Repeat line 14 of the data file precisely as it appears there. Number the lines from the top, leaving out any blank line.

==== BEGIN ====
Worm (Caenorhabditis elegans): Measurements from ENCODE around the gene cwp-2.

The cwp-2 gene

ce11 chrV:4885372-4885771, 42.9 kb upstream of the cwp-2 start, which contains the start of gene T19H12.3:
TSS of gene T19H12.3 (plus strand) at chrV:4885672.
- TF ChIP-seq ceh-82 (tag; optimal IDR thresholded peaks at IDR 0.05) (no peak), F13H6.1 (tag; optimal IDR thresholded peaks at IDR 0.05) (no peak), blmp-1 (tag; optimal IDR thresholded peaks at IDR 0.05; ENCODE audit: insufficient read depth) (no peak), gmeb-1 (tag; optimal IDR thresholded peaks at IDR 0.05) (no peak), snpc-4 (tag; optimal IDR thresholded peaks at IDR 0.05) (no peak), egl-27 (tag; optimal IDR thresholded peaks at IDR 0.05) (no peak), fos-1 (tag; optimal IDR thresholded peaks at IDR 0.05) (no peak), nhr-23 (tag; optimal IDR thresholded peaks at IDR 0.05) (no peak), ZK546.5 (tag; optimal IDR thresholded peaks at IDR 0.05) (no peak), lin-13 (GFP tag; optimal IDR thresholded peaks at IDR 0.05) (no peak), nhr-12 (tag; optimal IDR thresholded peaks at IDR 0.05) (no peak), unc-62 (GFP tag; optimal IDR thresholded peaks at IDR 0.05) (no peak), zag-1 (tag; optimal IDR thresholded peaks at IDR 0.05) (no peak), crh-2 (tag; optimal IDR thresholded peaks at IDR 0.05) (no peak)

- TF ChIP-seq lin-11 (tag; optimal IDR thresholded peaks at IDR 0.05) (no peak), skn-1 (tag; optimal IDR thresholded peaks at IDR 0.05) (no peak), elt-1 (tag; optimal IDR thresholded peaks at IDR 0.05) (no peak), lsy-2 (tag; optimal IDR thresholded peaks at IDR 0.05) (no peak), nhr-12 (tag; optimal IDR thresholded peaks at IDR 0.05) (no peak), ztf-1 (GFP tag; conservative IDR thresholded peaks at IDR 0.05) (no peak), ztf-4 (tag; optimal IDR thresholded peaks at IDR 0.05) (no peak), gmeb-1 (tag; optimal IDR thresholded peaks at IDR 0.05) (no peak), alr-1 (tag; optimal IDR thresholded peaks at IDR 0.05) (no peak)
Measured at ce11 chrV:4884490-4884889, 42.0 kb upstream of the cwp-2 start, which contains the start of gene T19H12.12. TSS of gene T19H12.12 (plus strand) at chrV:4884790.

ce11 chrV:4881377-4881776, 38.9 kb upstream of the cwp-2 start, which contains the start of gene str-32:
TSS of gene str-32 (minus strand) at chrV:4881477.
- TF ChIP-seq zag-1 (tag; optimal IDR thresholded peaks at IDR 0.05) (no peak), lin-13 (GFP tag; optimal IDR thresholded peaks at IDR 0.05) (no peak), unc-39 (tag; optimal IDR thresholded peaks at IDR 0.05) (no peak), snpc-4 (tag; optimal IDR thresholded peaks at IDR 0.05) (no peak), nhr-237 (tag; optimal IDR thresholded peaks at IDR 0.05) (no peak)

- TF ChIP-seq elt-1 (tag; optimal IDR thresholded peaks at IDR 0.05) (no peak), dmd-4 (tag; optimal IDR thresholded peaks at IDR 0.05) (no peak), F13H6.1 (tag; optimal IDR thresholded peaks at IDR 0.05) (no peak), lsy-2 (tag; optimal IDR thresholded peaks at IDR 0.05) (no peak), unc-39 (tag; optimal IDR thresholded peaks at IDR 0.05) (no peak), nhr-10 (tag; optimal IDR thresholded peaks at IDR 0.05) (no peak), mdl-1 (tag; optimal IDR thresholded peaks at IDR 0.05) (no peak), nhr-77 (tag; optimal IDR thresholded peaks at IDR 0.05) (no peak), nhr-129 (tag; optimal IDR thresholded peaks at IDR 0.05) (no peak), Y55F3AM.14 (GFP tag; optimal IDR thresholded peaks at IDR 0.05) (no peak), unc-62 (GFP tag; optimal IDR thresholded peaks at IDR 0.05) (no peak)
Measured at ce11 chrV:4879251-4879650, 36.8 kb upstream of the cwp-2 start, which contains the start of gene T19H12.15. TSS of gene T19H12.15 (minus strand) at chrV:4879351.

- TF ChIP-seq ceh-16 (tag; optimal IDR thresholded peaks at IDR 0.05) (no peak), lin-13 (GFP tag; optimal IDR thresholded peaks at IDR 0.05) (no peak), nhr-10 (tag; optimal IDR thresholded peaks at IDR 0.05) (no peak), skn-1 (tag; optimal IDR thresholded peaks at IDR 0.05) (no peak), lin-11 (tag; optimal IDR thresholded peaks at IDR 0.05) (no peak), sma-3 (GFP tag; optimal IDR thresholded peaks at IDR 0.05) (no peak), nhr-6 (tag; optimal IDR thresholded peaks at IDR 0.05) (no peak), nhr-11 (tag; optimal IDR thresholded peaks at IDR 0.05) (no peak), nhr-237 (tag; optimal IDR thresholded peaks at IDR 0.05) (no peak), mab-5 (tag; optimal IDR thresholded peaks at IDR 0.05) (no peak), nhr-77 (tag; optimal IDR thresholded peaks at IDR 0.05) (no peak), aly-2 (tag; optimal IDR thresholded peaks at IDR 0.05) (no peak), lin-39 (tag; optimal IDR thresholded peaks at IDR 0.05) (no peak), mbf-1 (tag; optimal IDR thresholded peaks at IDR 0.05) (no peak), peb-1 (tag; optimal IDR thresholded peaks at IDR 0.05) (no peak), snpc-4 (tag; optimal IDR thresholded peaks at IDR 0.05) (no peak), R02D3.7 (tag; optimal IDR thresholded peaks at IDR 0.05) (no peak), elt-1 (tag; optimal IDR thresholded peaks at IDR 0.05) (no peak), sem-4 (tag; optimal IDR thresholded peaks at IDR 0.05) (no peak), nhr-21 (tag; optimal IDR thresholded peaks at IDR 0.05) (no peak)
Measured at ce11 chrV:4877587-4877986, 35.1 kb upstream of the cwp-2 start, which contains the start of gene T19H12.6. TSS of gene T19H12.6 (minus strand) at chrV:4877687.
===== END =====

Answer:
Measured at ce11 chrV:4877587-4877986, 35.1 kb upstream of the cwp-2 start, which contains the start of gene T19H12.6. TSS of gene T19H12.6 (minus strand) at chrV:4877687.